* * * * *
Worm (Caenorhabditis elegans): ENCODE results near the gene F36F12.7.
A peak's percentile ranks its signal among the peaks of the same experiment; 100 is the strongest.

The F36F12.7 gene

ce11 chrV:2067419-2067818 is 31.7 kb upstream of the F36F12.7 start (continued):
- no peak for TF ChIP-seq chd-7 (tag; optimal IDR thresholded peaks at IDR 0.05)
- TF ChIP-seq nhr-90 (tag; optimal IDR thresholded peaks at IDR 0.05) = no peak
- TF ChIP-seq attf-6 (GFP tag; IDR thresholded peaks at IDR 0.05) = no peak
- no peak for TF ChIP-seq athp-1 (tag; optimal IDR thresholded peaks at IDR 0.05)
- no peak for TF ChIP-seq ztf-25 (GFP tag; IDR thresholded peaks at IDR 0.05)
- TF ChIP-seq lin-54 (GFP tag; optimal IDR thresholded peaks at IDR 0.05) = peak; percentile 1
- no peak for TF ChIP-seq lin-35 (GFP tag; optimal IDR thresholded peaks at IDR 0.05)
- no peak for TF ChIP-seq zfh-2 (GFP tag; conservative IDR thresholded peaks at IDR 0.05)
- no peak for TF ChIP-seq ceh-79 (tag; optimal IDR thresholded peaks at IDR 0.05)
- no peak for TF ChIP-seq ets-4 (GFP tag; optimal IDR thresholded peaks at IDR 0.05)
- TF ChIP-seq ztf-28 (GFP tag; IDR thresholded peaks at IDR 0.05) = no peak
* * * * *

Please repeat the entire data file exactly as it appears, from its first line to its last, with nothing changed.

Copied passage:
Worm (Caenorhabditis elegans): ENCODE results near the gene F36F12.7.
A peak's percentile ranks its signal among the peaks of the same experiment; 100 is the strongest.

The F36F12.7 gene

ce11 chrV:2067419-2067818 is 31.7 kb upstream of the F36F12.7 start (continued):
- no peak for TF ChIP-seq chd-7 (tag; optimal IDR thresholded peaks at IDR 0.05)
- TF ChIP-seq nhr-90 (tag; optimal IDR thresholded peaks at IDR 0.05) = no peak
- TF ChIP-seq attf-6 (GFP tag; IDR thresholded peaks at IDR 0.05) = no peak
- no peak for TF ChIP-seq athp-1 (tag; optimal IDR thresholded peaks at IDR 0.05)
- no peak for TF ChIP-seq ztf-25 (GFP tag; IDR thresholded peaks at IDR 0.05)
- TF ChIP-seq lin-54 (GFP tag; optimal IDR thresholded peaks at IDR 0.05) = peak; percentile 1
- no peak for TF ChIP-seq lin-35 (GFP tag; optimal IDR thresholded peaks at IDR 0.05)
- no peak for TF ChIP-seq zfh-2 (GFP tag; conservative IDR thresholded peaks at IDR 0.05)
- no peak for TF ChIP-seq ceh-79 (tag; optimal IDR thresholded peaks at IDR 0.05)
- no peak for TF ChIP-seq ets-4 (GFP tag; optimal IDR thresholded peaks at IDR 0.05)
- TF ChIP-seq ztf-28 (GFP tag; IDR thresholded peaks at IDR 0.05) = no peak